¶2 This case presents us the first opportunity to address whether and when a civil protection order is available to a victim of alleged domestic abuse who comes to Colorado seeking refuge from a non-resident.[1] We begin by examining Colorado's long-arm statute, section 13-1-124, C.R.S. (2017), before turning to constitutional due process considerations. We hold that an out-of-state party's harassment of, threatening of, or attempt to coerce an individual known by the non-resident to be located in Colorado is a tortious act sufficient to establish personal jurisdiction under our long-arm statute. We also hold that such conduct creates a sufficient nexus between the out-of-state party and this state to satisfy the requisite minimum contacts such that the exercise of jurisdiction to enter a protection order comports with traditional notions of fair play and substantial justice.

         ¶3 Because we conclude that the county court had both statutory and constitutional authority to exercise jurisdiction over Megan Parocha's out-of-state husband for the limited purpose of entering a permanent civil protection order, we reverse the district court's order and remand for further proceedings as necessary.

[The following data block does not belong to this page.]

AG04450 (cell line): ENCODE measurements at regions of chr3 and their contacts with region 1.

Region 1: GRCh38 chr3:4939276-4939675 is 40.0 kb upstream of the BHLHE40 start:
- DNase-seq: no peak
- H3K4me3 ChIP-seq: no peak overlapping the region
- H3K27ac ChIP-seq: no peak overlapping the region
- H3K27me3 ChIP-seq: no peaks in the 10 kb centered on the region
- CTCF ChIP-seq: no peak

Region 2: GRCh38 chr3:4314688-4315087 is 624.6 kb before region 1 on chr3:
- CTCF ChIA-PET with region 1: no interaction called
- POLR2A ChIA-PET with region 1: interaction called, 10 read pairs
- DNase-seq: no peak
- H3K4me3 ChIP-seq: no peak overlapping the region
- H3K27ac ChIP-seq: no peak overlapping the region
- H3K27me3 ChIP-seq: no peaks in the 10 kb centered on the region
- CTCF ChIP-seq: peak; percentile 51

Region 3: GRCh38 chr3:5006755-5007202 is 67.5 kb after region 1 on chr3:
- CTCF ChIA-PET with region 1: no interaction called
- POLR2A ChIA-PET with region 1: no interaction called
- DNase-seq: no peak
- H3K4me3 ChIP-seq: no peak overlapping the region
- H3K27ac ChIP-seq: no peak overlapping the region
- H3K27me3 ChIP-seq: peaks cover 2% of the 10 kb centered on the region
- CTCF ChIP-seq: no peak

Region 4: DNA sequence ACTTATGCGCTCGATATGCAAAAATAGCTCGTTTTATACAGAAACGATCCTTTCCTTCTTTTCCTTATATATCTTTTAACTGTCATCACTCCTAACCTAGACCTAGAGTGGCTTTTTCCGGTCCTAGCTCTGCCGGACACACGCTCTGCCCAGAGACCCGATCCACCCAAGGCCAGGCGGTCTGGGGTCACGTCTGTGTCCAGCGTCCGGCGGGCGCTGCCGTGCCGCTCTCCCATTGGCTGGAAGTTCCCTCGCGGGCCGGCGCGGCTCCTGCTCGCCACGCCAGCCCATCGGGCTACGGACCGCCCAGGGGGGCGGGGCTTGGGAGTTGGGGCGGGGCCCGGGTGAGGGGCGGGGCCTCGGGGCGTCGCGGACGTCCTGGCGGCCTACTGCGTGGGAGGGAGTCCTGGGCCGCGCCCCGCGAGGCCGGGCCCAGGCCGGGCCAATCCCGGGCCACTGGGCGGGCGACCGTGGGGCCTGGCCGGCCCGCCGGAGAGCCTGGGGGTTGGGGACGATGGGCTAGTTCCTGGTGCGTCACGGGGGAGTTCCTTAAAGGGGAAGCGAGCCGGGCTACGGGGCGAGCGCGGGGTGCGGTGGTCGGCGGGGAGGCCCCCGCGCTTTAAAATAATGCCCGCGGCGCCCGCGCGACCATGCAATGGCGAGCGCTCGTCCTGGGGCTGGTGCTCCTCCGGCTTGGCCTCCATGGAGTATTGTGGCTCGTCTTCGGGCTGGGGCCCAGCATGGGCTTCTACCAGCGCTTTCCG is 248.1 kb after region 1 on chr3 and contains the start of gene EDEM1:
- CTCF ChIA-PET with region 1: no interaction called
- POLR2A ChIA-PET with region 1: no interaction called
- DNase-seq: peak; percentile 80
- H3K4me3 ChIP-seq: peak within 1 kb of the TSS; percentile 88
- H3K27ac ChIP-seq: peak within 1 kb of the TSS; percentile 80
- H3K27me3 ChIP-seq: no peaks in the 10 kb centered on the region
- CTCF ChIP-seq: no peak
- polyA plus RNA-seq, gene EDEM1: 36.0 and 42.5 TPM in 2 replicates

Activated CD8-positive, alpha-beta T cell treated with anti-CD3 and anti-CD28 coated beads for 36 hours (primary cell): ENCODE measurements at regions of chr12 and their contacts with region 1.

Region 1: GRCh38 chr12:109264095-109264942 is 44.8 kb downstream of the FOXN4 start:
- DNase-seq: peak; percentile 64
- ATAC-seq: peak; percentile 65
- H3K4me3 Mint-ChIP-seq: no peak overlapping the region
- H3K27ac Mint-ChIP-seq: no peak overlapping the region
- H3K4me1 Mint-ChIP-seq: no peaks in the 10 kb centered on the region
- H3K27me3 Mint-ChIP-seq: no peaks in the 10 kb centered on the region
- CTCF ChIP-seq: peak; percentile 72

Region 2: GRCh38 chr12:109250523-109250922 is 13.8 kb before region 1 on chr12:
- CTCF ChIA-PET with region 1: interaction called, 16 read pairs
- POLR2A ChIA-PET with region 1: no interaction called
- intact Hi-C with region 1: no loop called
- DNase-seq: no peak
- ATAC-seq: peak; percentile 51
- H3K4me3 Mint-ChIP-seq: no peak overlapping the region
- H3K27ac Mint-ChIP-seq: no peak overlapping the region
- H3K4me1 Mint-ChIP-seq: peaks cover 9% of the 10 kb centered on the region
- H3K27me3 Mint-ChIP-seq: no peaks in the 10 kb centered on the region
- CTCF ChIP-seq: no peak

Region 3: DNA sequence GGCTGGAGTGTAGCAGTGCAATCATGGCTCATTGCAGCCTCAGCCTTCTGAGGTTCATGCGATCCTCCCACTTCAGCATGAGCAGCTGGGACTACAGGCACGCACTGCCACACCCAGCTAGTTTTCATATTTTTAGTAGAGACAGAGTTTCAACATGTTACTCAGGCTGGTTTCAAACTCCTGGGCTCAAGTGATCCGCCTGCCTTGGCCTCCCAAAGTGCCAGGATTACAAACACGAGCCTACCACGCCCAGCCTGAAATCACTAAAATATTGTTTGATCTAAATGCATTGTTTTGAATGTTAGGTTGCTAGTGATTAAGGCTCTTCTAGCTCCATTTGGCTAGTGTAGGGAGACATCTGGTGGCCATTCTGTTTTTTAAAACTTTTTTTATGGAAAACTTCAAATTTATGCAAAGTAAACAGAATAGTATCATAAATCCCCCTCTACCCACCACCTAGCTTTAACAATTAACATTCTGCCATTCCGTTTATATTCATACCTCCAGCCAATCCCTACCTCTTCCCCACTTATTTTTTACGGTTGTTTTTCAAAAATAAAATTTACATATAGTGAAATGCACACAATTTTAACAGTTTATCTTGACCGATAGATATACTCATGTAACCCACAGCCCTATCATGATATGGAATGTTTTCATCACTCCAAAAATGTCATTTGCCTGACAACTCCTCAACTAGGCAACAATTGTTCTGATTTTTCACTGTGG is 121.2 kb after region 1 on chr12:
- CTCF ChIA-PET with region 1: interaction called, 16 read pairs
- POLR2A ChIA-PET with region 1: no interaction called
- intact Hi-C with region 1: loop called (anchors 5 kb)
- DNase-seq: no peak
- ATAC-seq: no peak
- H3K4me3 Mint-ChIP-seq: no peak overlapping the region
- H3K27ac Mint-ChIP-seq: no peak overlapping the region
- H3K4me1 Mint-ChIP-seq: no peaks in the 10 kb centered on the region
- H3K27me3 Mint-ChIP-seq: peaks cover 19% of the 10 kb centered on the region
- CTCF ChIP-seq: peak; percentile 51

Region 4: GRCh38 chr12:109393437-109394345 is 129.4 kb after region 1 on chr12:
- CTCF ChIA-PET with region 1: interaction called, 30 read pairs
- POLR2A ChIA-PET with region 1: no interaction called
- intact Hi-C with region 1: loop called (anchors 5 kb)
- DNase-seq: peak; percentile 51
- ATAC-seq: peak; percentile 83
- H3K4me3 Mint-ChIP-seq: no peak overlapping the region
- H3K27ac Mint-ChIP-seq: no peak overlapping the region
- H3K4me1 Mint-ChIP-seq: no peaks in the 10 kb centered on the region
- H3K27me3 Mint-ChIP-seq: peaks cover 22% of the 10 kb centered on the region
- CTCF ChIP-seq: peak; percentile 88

I. Facts and Procedural History

         ¶4 Three months after moving from New Jersey to Colorado with the parties' minor child, Petitioner Megan Maya Parocha ("Wife") sought a civil protection order against Respondent Richard Francis Saga Parocha ("Husband"). Following an ex parte hearing held on December 6, 2016, the county court issued a temporary civil protection order. On December 20, 2016, the court held a second hearing to determine whether issuance of a permanent protection order was appropriate. Husband appeared at the second hearing with counsel and raised the argument that the Colorado court could not legally exercise jurisdiction over him because he lacked minimum contacts with the state. Because there was a factual dispute about the sufficiency of Husband's contacts with Colorado, the court proceeded with a hearing on that question.